How to Develop an Engaging Customer Education Curriculum: 5 Tips
The traditional view of customer education is expanding and changing rapidly. The explosion of hybrid working and digital-first initiatives have, in some places, wiped out traditional material-heavy and in-person training sessions. This has provoked a shift back to the customer and how best to improve their experience.
This article gives 5 tips to help you develop an engaging customer education curriculum:
- Define Your Goals
- Follow the Data
- Leverage Your Teams
- Easy to Find
- Fun to Use
1 Define Your Goals
Having clear and defined goals at the beginning of your journey is paramount to its success. While this seems simple and straightforward, there are a few steps which are frequently overlooked while goal setting:
- Ensure your goals tie into an empirical benefit. With this in mind you are far more likely to get executive buy-in.
- Look at your customers’ jobs and the problems they are trying to solve, what are their goals outside of your offerings?
- Consider your budget, what resources you currently have, and what you’ll need to outsource. How much will the curriculum cost?
- Build in flexibility. Customers’ needs can evolve over time, this flexibility ensures your curriculum stays relevant.
2 Follow the Data
The next step is to determine exactly what you are going to measure and how you are going to measure it.
These data points should prove the impact of your initiative. To do this, avoid vanity metrics such as pageviews, trainings delivered, or content created. These metrics have no real value when trying to display value.
Instead, try focusing on some of these:
- Support tickets. If your trainings are effective, you should see a decline in the number of customer support tickets.
- Behavior change. You should be able to measure the change in the way people use your product before and after training.
- Improved customer outcomes. Efficient and effective education should decrease the time it takes for a customer to gain value from your product.
In the long term, a well-designed curriculum will positively influence customer retention, product adoption, and ultimately revenue.
Related article: How to Educate HCPs in the Digital World: 4 Strategic Considerations
3 Leverage Your Teams
Sales, marketing, support. These teams don’t immediately spring to mind when you think of customer education, yet they offer vital insights that should influence your content. These teams are subject matter experts, they have first-hand experience with customer queries and are experts in ensuring your message is reaching the correct audience. This will help you create meaningful, engaging, and customer-centric content.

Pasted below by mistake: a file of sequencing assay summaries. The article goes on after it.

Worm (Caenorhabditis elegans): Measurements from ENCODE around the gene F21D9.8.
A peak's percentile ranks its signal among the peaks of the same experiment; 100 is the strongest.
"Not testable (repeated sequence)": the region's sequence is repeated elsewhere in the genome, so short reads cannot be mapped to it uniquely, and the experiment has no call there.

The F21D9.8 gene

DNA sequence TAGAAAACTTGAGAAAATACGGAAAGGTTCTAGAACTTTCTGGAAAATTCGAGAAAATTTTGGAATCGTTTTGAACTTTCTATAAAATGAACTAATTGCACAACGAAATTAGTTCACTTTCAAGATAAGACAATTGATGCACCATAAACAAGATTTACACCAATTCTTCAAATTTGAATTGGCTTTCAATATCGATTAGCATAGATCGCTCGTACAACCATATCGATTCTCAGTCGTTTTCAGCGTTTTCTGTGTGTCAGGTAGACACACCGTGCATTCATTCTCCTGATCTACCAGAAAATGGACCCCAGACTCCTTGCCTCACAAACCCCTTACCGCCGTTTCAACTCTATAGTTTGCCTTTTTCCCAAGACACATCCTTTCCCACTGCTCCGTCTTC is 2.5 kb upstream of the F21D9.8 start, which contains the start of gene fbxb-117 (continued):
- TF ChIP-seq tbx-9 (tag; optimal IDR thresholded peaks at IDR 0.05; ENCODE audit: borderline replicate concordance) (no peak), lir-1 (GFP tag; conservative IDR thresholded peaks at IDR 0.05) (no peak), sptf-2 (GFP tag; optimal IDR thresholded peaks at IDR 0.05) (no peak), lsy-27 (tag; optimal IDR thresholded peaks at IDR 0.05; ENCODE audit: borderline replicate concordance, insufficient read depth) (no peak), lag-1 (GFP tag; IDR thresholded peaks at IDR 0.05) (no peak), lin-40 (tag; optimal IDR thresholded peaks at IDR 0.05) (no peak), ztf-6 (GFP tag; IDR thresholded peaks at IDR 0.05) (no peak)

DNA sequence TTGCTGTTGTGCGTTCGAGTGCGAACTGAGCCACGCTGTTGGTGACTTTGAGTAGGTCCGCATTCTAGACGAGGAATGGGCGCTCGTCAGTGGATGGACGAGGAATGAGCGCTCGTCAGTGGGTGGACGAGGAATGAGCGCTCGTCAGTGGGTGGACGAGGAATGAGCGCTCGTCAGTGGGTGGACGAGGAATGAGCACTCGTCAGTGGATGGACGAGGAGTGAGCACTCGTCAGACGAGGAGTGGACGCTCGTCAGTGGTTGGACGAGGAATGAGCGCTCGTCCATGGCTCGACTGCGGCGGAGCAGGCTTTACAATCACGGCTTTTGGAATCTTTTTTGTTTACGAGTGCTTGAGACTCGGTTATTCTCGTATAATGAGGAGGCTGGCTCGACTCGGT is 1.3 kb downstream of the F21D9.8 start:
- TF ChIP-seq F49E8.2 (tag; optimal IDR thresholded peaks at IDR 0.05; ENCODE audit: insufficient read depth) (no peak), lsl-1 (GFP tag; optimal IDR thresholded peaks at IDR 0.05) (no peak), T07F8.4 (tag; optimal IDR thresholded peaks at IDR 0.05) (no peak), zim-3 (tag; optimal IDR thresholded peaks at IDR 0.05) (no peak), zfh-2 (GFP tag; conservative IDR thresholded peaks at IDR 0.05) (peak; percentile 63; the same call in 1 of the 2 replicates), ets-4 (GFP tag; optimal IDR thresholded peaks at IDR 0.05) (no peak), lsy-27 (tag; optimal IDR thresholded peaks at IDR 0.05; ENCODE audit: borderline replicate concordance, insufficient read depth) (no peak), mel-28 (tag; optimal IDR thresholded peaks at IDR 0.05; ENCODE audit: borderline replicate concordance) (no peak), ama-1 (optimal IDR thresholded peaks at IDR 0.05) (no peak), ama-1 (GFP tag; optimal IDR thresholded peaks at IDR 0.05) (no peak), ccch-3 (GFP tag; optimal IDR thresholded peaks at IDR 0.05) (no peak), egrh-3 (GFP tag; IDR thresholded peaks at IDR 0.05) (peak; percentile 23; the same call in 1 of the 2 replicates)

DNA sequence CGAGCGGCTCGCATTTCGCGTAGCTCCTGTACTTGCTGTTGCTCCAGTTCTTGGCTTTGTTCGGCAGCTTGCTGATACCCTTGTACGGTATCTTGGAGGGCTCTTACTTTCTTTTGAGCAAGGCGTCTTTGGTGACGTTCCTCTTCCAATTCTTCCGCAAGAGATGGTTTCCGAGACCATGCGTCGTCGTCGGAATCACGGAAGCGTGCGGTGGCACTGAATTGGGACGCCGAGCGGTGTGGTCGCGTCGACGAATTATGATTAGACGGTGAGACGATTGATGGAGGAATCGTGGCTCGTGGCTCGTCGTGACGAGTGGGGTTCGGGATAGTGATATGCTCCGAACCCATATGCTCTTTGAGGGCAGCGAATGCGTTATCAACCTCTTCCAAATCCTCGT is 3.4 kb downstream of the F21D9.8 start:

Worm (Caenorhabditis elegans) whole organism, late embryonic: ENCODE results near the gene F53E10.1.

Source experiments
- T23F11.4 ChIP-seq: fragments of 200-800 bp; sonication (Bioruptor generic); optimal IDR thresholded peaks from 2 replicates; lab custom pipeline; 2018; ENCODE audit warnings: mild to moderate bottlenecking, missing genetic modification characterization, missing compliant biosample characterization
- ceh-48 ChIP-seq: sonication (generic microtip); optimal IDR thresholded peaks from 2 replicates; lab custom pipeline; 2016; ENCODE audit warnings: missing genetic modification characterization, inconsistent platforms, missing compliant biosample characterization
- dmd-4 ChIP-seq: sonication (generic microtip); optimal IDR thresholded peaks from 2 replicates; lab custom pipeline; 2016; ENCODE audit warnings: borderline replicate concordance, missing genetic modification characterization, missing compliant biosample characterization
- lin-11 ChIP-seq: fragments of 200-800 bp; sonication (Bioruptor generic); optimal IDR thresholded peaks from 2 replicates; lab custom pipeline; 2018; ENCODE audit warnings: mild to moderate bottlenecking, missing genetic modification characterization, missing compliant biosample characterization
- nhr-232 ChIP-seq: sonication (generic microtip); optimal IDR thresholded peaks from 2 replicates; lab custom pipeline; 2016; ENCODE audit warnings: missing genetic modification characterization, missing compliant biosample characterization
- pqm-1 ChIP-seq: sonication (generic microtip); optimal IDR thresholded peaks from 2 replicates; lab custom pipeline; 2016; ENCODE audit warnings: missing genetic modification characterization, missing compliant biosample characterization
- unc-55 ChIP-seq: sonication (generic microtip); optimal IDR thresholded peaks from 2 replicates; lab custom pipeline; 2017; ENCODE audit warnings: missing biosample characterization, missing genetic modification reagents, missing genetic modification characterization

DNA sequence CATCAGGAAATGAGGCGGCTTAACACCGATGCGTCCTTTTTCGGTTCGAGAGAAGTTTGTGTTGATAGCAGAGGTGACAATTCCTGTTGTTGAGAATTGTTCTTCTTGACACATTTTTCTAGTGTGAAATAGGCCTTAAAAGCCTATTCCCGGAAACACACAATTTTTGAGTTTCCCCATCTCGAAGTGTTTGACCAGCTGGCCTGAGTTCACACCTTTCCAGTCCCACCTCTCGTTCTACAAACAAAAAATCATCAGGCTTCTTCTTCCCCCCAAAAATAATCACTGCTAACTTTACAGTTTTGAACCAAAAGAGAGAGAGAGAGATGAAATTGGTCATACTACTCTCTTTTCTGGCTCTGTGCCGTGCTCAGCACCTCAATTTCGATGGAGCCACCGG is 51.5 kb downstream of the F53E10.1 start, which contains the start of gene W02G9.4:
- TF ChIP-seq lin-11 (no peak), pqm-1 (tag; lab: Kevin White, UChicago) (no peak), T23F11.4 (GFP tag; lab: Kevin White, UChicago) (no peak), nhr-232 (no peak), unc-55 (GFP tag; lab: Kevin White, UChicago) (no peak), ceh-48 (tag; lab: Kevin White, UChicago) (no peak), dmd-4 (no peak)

4 Easy to Find
These last two points go hand-in-hand and pertain to the accessibility of your curriculum. Customers are busy and time is precious. Before pushing the content out to your customers, it is important to consider:
- How are they going to register?
- How are they going to connect? Will the content be accessible offline? Can the curriculum be accessed on mobile or tablet?
- How will they ask questions or give feedback?
Having your customer dig through libraries of content to find a learning item is no longer acceptable. Thanks to the likes of Netflix and Disney+, it’s become crucial that content is accessible in as little as two clicks. Serve them the content, don’t make them work to find it.
5 Fun to Use
The average human attention span dropped from 12 seconds in the year 2000, to 8 seconds in the year 2015, to 6 seconds in 2019. This demand for instant gratification and constant connectedness makes it increasingly difficult to hold attention.
There are a few easy ways to make your content less like a sales pitch and more fun:
- Tell a story. This can be especially effective if you can connect the story to your brand.
- Diversification. Using different content mediums can help to keep your message fresh, try including more videos, infographics, or case studies.
- Track the metrics. Once you have found the type of content that your customers prefer to consume, you can lean into it.
Customer education has solidified itself as a key business function and is developing rapidly.
You have to place the customer at the core of the process, make content they want to engage with and make it easy for them to do so.
Above all else, guide your customers to value and make sure their goals are the ones being catered to.